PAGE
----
Wednesday, July 27, 2011


 Deborah & I were talking the other day and she was telling me how her perspective has changed.  I told her she should write about it.  This is what she posted on her facebook account.  In the T18 world it has been shared many times as moms have remarked on how she expressed herself so well.

Normal is defined by what you are used to.  This means that everyone's perception and definition of what "normal" is is different, or so I assume, since I've yet to meet a single person who's had the exact same experiences as another and had the same impressions, perceptions, thoughts, etc.  Anyway, my conclusion to all of this was that it was perfectly "normal" to be different, and rather different to be "normal".  This is how I've defined normality for a few years now.  And while that hasn't changed, it had never once crossed my mind that there could be more than one distinct normality per person.

Except that's what happened to me.  I have two normalities, two very distinct halves of my life that are somehow simultaneously separate and connected. 

I have the "normal" life that most people I know have.  You know, the one with friends, work, school, church, and everything else that goes with the day-to-day stuff.  It's the same one I've been living for the past 19 years, nine months, and 10 days (not that I'm counting or anything).  There's been change, of course.  Friends have come and gone.  I've come and gone.  Memories have been made, some much easier to remember than others.  It hasn't all been constant, but the basics have remained essentially unchanged.

Then there's the other half, the other normality.  This one was born February 14th, 2010.  That was the day that I found out that my beautiful baby brother was not going to be "normal".  He had something called Trisomy 18 (he had three of the 18th set of chromosomes).  The doctor called it "incompatible with life".  I was in shock.  So was the rest of my family.  It was such a foreign concept to me.  I wondered how we'd ever explain to my then three-year-old brother that his baby brother that he was so excited for might not be on Earth for very long.  I never did figure it out.  After a while I just stopped thinking about it.  It was too hard.  Not too long after that, on June 13th Aaron Noland Peterson was born.  And the new "normal" that had started to take shape became more of a reality.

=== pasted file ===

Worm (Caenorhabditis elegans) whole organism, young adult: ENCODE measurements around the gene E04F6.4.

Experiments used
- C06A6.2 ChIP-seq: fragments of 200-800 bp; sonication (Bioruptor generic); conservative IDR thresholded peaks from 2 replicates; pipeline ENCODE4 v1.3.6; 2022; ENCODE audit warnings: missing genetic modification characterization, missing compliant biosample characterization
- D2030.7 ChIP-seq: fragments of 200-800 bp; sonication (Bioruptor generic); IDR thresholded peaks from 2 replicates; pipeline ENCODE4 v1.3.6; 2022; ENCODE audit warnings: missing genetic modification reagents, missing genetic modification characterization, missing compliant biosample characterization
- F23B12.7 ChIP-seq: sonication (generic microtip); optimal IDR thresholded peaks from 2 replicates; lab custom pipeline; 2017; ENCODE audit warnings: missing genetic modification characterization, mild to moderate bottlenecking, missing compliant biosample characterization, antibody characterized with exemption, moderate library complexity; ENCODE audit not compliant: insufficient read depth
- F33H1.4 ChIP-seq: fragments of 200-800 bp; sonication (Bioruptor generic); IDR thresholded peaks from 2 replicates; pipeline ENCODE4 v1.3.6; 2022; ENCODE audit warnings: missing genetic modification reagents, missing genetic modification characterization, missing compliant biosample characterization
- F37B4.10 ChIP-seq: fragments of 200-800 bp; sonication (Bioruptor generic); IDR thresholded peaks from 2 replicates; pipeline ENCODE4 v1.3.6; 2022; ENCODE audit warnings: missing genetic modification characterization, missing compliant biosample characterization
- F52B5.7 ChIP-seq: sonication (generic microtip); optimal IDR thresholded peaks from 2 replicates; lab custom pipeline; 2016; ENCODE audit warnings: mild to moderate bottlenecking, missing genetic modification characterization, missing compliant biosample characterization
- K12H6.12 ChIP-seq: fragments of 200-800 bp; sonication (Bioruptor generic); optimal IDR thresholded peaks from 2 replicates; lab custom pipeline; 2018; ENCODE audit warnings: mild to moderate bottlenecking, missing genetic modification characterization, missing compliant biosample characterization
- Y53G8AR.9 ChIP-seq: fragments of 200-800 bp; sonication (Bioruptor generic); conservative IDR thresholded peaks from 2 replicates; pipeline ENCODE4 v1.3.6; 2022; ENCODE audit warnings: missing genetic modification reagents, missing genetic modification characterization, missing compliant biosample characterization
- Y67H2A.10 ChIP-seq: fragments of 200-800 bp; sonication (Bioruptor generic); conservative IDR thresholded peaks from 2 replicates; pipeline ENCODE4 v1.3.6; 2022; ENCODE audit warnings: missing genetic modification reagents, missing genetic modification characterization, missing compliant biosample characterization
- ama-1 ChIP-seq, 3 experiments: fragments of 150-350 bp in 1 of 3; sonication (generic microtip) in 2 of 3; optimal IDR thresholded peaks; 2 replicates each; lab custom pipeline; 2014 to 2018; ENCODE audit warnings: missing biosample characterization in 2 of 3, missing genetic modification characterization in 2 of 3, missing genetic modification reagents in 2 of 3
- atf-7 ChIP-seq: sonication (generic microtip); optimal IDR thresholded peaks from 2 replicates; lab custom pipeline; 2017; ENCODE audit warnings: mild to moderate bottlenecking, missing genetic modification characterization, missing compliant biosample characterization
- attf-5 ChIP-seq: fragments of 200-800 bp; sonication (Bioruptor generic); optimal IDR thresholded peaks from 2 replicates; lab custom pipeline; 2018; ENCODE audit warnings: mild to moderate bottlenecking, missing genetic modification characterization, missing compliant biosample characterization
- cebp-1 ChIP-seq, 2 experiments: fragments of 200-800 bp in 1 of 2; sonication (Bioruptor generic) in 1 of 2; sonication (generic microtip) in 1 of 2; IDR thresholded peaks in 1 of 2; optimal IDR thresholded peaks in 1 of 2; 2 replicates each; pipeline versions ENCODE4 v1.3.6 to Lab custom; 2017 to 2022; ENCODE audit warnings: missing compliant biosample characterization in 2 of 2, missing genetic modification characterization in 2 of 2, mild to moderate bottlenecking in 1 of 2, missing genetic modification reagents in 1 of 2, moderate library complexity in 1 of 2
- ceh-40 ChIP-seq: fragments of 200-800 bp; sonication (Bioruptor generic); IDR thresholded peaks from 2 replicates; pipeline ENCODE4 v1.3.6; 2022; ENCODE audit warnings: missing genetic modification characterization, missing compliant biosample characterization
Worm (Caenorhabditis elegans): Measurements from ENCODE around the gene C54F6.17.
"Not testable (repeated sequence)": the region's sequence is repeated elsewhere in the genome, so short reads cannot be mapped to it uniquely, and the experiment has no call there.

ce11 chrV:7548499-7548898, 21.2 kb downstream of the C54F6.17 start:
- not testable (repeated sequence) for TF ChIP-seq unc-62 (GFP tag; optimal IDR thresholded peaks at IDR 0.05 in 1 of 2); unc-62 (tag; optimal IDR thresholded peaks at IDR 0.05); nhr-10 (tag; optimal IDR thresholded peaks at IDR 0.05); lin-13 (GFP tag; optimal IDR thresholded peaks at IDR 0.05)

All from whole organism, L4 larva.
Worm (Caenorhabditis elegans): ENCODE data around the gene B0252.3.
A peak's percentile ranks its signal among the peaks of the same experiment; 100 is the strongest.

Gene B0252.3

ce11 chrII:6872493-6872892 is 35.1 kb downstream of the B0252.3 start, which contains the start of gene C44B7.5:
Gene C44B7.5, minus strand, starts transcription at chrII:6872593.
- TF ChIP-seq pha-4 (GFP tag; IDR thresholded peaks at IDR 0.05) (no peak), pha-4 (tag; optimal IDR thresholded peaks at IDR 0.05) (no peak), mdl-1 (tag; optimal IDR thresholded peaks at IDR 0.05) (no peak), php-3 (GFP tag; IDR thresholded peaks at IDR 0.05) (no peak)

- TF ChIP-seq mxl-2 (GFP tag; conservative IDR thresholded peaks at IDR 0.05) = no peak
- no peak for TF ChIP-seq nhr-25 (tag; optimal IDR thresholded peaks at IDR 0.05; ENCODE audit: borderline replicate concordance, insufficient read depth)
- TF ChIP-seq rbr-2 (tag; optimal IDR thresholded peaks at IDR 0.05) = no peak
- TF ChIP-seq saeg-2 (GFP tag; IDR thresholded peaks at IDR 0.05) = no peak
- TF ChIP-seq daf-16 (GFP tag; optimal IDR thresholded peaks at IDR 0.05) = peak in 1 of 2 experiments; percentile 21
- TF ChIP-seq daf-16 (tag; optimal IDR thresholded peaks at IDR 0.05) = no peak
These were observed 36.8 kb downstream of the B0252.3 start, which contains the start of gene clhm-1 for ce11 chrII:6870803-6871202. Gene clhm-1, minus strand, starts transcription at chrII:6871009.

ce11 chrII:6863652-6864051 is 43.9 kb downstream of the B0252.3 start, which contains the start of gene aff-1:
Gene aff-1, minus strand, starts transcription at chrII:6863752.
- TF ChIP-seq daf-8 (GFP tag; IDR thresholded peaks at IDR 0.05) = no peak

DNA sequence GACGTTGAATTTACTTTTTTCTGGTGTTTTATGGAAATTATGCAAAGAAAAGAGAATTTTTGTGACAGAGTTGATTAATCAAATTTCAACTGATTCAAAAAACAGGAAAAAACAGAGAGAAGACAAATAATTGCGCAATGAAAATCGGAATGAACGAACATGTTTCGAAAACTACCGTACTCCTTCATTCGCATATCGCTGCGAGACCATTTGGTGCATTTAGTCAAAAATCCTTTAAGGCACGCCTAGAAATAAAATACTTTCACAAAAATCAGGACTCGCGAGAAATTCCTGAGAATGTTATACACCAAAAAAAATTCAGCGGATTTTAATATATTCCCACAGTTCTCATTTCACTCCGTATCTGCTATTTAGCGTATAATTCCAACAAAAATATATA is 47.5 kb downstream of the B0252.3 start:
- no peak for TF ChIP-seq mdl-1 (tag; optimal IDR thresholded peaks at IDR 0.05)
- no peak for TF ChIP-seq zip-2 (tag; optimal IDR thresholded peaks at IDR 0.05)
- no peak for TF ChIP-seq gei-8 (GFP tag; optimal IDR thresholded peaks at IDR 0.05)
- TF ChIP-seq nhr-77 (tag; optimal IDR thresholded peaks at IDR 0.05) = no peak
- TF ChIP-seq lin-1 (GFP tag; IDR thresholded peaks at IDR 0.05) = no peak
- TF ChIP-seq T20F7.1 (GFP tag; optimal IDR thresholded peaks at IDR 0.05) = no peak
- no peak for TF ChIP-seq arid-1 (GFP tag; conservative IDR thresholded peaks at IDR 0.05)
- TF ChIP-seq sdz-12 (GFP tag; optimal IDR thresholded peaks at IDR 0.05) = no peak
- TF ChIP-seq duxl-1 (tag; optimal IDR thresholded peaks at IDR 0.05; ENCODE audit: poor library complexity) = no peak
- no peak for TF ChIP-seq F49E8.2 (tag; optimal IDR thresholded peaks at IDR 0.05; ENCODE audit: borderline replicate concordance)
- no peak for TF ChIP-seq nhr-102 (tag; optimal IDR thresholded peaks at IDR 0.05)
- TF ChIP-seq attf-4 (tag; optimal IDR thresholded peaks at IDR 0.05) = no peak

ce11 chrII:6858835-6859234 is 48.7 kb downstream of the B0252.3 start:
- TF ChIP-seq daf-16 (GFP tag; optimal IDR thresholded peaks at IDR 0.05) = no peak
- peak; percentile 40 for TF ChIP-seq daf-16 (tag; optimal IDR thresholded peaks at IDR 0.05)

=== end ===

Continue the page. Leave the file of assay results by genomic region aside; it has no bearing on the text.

The piano room became Aaron's bedroom.  The piano's still there, but it looks like something of a cross between a hospital room and the room it used to be.  It's hard to imagine it as being any different from how it is now.  There's a ventilator and a long, tall stand that holds his food and some humidifiers.  There are a bunch of monitors that measure his heart rate and oxygen saturation, among many, many other things.  There are a ton of other medical things that help us keep Aaron alive and well.

The bedroom's the least of the changes.  As time has passed I've learned a lot about taking care of him.  I still leave the trach changes to my mom, but I know how to suction him to help him breathe better.  If given instruction I can give him his medicine and his food.  I know which of the alarms means there's trouble just by listening; I can tell when I need to go check on him, and when I need to call for Mom, and when I can just leave him alone.  I'm used to the sounds of the ventilator and find it strangely quiet when it's not going (which means he's not home for one reason or another).

Perhaps the biggest change, and the one that's the most difficult to communicate effectively, is that it isn't too uncommon for both my mother and Aaron to be in the hospital.  It hasn't happened so much lately (knock on wood), but it's happened enough that it just doesn't bother me anymore.  In fact, I've found that it's people outside the family who get super worried.  And that's where it gets hard to explain.  See, it isn't that I don't care.  It's just that I'm used to it.  It's a new "normal", and so it doesn't bother me much. 

And those people who start to freak out about it and get all worried, well, sorry, but it doesn't actually help.  Please, by all means, be concerned, pray for him, be there for my family and me.  Just don't freak out.  I'm not going to suddenly break down and become unable to handle life.  I'm past the shock and personal issues that came with dealing with something like this.  It's "normal".  Let it be my "normal", or at least part of it.  It is what it is.  There's nothing that's going to change that. 

To be honest, I wouldn't change any of it, even if I could.  Back in February when I was first trying to work through this I think I might have, given the chance.  But not now.  Not ever.  I've learned to live with it.  To be honest, I never really gave myself any other choice.  I didn't see giving up or not living life the way I wanted to or not keeping as much of my other "normal" intact as possible as even being an option. 

So I kept going.  And I'm going to keep on going.  Because as much as having two normalities can be confusing at times, I wouldn't trade it for the world.  This is what I'm used to - two different "normals", two halves of one reality that is mine, and mine alone, though I may share parts of it here and there with others.  This is me.  This is my reality.  These are my perceptions.  This is my "normal".


  1. Beautiful and introspective thoughts by a very articulate young lady. What a blessed family.

  2. Beautifully written! And we completely understand. :) My daughter T. says that when we rush Lilly to the hospital she "no longer feels so panicked that she'll pass out." It is not easy. But we embrace it by God's grace and it is "normal" for us. Bless you all.